They have set up temporary accommodations and food at work sites or have found places for their employees to stay following the “One road, two locations” programme from the city authority.

The two giants Intel and Samsung have seen a decrease in the number of employees but they have reached production value of more than 60 per cent.

The park’s management board has been working with health authorities to evaluate safety for people at 10 enterprises so they can add 4,000 more workers.

The enterprises must ensure good living conditions for the workers for the long pandemic fight, Mai said.

“If a risk or a bad situation happens, it should be handled promptly, without compromising enterprises’ production and the whole area,” he said.

Mai checked pandemic prevention activities at Samsung Viet Nam Company, and the park’s canteen for workers​.

By 2025, SHTP aims to become a key contributor to the city’s export turnover, reaching export value of about US$30 billion. It has 164 projects with a total investment of $8.4 billion.

Despite being hit hard by the outbreak, its production value reached $11.2 billion in the first six months of the year, accounting for 45 per cent of the set target.

Its export and import value were $10.5 billion and $9.3 billion in the first six months of the year, respectively. 

Vietnam warned of lagging behind in economic recovery

Enterprises need the resources to restructure operations and improve their corporate governance capabilities to not only survive but thrive.

The serious Covid-19 situation and subsequent restrictive measures across 20 provinces/cities in Vietnam have taken a toll on the local business community as nearly 11,700 enterprises are forced to exit the market every month.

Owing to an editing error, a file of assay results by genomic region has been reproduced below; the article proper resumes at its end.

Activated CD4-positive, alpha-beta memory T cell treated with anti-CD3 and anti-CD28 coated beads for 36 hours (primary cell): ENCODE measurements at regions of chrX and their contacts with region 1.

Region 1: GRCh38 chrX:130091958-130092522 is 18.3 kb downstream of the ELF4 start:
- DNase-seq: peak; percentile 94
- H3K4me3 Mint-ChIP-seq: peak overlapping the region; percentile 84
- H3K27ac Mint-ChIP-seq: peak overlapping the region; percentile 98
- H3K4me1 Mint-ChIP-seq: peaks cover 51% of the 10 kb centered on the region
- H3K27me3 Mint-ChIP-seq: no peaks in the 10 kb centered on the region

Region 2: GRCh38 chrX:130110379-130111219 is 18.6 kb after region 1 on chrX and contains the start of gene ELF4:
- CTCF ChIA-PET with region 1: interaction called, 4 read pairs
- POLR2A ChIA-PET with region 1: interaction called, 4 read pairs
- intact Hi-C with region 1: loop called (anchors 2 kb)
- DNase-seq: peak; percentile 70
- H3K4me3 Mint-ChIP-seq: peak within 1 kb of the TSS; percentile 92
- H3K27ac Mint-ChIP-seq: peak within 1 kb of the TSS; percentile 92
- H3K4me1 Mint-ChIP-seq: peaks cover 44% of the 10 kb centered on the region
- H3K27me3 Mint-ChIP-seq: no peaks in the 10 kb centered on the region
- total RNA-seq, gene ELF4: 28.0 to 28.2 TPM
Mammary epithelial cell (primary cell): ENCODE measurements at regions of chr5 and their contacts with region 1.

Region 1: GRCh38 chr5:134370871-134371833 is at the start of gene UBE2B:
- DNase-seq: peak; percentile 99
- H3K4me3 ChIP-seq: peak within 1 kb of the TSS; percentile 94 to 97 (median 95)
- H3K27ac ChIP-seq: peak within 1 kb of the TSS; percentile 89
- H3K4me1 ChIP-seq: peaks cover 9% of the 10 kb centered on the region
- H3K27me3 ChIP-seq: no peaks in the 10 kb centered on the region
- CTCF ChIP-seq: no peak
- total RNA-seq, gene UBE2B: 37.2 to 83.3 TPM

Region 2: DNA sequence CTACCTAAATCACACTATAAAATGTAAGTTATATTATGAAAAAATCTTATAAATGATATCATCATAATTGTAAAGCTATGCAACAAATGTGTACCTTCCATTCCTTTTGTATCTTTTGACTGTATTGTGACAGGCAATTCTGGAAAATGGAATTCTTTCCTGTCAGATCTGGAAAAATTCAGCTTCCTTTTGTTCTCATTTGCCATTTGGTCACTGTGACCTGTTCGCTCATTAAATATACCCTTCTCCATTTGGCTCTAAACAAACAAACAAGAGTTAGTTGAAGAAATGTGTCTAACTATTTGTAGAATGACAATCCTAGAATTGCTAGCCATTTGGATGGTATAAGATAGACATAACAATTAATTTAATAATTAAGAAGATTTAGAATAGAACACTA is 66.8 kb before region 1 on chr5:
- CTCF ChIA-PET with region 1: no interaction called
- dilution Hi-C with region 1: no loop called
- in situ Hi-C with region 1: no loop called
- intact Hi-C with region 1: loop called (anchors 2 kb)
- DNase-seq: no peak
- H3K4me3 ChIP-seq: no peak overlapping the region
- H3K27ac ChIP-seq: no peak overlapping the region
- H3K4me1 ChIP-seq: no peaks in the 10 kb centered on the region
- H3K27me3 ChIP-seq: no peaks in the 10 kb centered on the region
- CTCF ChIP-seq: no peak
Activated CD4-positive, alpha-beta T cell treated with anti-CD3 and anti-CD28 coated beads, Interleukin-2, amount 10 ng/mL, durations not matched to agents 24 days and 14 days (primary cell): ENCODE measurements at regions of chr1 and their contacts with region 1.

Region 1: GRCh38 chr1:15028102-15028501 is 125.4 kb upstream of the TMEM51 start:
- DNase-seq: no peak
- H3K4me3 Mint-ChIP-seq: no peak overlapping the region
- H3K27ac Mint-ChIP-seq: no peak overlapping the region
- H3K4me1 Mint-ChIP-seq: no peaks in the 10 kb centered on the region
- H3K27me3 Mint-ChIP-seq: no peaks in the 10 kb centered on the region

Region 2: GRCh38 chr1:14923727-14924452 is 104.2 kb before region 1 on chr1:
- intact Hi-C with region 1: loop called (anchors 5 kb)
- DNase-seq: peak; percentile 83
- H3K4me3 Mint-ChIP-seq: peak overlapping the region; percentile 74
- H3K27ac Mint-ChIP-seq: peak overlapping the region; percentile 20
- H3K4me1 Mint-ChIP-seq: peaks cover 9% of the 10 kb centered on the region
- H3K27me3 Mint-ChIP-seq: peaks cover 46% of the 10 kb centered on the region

Without drastic measures for aiding businesses, the economy would face an uphill task to stay on the same wavelength of recovery with their regional and international peers.

Such issue has been among major topics getting debated at the first session of the 15th National Assembly (NA) that was recently wrapped up.

During the hearing, Minister of Planning and Investment Nguyen Chi Dung informed that Vietnam currently has 870,000 enterprises, of which 97% are small and medium-size with low competitiveness and limited financial capabilities.

“Without new orders, many have been operating with no revenue, and even if that is not the case, the disrupted supply chains put them in a difficult situation to finish contracts on time,” Dung said.

For the first half of 2021, the number of enterprises leaving the market rose by 25% year-on-year, to 70,200, averaging 11,700 per month.

Chairman of the Vietnam Chamber of Commerce and Industry Vu Tien Loc noted except for those operating in fields of finance, banking, and insurance, the majority are fast becoming vulnerable.

“Many in aviation, tourism, transportation, and hospitality services are agonizing, and unless substantial supports are provided, there would barely survive to see the end of the pandemic,” Loc said.